Romney met with Jindal … he was invited by Jindal. Jindal also has screamed against “big government,” but even before Isaac hit he was demanding a full disaster declaration, saying it would bring state and local governments money. Yes, the people deserve our help through out government, but that makes him a hypocrite.

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    • noveldogComment by noveldog
      September 1, 2012 @ 11:16 am

      Not really. Little government can help you just as much or more than an over sized govenment that has gone broke because of their foolish policies.

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    • IrishComment by Irish
      September 1, 2012 @ 7:26 pm

      Living in Baton Rouge, we have the hardest working Governor in the US. He has been through several hurricanes, and works tirelessly. I shudder to think who we’ll get when his term runs out. He is not a hypocrite, and if you ever got to know him, you’d think otherwise.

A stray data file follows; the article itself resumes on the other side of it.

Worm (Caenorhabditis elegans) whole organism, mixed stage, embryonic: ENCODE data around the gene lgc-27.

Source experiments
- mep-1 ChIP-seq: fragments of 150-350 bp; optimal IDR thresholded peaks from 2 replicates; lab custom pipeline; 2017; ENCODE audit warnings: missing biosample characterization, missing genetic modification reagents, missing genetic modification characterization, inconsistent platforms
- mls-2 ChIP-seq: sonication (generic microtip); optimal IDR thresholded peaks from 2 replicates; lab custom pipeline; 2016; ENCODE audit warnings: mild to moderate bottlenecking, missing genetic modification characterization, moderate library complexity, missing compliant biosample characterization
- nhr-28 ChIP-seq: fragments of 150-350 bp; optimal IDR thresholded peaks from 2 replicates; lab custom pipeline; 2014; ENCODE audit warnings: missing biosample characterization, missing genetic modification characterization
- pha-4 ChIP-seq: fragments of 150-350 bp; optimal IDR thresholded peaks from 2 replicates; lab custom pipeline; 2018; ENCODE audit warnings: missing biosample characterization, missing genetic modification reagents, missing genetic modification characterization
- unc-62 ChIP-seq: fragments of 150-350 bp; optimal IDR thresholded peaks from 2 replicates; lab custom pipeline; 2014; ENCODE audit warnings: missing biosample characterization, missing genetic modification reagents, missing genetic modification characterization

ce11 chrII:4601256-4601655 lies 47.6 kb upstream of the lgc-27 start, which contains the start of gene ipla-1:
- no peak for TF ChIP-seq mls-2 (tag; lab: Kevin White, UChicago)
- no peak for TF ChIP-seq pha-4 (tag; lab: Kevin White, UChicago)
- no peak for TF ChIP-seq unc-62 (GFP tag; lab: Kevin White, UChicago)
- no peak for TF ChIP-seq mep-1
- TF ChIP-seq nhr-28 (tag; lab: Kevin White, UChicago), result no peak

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      Rating: 4.2/5 (5 votes cast)
    • dfinchComment by dfinch
      September 1, 2012 @ 7:57 pm

      Their help will come from the FEMA budget. That’s what it’s there for.

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    • siquijorislandComment by siquijorisland
      September 2, 2012 @ 6:12 am

      really you see not difference in everyday and a disaster situation.

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    • ChuckComment by Chuck
      September 2, 2012 @ 6:39 pm

      What do you think that people did the 200 years before we had a government?